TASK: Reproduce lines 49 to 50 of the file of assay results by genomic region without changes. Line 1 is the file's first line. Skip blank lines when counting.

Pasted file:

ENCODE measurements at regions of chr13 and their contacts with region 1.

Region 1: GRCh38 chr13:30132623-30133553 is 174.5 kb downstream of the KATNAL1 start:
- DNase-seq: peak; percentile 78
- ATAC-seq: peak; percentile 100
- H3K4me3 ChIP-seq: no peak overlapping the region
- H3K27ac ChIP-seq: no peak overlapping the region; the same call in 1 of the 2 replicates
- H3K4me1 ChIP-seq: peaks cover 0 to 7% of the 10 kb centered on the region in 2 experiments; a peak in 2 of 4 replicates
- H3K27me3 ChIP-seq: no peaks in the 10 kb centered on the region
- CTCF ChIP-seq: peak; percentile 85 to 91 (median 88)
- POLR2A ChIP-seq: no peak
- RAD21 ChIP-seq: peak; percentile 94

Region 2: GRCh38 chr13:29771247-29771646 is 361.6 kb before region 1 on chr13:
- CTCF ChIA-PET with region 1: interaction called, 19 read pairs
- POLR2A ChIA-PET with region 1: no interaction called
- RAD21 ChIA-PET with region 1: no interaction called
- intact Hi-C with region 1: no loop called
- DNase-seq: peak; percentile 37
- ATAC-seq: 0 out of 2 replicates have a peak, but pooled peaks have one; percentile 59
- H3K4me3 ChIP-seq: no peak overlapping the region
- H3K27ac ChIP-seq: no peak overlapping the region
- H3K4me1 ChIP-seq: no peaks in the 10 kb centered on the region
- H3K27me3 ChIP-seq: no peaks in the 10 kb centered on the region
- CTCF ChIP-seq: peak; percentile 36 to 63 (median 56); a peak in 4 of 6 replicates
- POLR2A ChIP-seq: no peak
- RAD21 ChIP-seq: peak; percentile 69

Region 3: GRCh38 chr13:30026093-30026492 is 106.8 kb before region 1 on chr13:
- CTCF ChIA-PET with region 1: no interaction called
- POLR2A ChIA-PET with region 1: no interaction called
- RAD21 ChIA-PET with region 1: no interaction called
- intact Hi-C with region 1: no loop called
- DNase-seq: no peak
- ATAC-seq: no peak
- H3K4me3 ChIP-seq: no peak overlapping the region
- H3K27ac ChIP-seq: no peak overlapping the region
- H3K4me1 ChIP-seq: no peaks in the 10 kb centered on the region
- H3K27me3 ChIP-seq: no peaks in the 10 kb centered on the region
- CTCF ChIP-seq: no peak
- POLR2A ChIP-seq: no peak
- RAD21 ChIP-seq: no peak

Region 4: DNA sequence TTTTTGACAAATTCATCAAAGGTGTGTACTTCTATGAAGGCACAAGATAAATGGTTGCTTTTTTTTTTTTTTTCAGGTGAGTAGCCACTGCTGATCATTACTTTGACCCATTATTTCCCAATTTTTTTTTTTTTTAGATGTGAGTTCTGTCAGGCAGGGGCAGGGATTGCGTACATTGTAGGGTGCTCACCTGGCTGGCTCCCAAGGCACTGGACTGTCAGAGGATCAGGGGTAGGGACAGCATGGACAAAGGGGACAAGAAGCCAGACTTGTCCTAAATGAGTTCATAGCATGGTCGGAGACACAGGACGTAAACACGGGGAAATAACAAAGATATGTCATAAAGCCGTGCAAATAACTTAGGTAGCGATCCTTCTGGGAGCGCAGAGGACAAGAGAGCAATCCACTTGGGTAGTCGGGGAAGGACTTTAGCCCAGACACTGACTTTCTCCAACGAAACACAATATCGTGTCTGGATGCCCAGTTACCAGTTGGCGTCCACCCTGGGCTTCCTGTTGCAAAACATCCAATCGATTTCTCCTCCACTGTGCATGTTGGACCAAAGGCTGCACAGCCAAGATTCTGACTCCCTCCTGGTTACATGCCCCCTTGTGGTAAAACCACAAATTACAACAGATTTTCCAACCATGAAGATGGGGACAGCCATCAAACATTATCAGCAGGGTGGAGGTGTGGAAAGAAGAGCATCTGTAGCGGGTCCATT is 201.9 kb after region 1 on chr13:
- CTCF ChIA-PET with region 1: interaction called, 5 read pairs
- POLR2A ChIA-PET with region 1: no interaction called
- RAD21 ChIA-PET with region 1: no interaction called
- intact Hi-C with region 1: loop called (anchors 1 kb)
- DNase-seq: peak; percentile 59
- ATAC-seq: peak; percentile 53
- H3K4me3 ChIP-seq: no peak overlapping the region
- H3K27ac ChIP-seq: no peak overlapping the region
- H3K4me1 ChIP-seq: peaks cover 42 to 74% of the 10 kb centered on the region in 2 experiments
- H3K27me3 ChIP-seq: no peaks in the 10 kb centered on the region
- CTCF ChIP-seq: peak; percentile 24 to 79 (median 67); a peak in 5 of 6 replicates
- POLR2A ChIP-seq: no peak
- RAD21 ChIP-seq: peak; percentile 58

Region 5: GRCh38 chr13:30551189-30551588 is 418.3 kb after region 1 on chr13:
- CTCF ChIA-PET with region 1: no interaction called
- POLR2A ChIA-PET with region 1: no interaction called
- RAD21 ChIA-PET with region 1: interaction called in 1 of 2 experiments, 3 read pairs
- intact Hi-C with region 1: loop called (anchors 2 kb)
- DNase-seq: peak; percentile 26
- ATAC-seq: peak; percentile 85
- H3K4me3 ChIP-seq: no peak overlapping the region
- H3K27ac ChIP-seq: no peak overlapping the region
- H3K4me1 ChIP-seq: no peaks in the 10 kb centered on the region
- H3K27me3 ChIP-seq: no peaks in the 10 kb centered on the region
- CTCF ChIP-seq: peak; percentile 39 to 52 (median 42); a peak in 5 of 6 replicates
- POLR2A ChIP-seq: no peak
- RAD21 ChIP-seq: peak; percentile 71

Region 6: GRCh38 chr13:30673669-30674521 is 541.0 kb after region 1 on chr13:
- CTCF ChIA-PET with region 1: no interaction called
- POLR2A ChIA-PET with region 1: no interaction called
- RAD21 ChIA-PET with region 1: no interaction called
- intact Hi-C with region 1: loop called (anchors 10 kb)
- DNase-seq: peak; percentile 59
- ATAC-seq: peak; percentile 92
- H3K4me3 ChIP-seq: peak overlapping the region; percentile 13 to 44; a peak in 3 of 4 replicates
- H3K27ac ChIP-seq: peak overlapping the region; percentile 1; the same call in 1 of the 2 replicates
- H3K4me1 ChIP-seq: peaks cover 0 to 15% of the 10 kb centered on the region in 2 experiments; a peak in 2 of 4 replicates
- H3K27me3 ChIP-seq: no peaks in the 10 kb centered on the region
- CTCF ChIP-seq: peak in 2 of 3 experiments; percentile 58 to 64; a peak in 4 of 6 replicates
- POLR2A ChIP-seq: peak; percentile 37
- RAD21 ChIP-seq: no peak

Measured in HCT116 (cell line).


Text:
- H3K4me1 ChIP-seq: peaks cover 42 to 74% of the 10 kb centered on the region in 2 experiments
- H3K27me3 ChIP-seq: no peaks in the 10 kb centered on the region